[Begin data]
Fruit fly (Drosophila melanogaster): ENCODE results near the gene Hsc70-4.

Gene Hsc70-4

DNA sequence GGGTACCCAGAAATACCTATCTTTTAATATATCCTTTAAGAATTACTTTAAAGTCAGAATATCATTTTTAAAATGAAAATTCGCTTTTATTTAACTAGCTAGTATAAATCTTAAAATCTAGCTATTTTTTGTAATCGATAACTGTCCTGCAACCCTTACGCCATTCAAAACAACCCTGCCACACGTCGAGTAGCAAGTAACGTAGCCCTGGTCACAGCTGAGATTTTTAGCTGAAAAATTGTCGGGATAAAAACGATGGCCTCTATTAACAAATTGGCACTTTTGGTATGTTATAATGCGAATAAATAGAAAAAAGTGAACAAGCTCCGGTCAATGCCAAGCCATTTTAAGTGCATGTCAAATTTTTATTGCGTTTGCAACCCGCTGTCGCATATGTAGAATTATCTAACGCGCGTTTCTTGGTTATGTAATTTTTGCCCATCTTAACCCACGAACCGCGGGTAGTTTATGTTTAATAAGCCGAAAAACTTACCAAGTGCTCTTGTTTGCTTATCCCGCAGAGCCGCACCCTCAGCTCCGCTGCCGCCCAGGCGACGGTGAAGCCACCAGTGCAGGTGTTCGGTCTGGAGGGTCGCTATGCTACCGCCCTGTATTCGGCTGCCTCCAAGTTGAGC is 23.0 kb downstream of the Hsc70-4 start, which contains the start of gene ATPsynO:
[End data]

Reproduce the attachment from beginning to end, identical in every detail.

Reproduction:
Fruit fly (Drosophila melanogaster): ENCODE results near the gene Hsc70-4.

Gene Hsc70-4

DNA sequence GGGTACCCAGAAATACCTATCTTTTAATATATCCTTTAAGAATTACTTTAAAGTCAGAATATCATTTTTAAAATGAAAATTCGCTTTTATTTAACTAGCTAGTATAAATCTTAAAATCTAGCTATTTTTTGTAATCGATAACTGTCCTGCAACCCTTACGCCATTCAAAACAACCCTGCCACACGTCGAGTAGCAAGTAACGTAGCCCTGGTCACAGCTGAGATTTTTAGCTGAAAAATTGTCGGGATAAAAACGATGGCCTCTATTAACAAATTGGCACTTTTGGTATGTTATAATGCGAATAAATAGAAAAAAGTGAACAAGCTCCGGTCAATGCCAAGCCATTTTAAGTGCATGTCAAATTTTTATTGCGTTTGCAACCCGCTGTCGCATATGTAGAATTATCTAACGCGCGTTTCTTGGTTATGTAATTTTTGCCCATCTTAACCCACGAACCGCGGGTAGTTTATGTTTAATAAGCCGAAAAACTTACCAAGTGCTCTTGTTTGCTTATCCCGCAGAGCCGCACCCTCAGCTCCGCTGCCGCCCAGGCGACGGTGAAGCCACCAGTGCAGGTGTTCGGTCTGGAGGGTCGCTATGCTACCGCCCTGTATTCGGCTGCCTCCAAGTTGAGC is 23.0 kb downstream of the Hsc70-4 start, which contains the start of gene ATPsynO: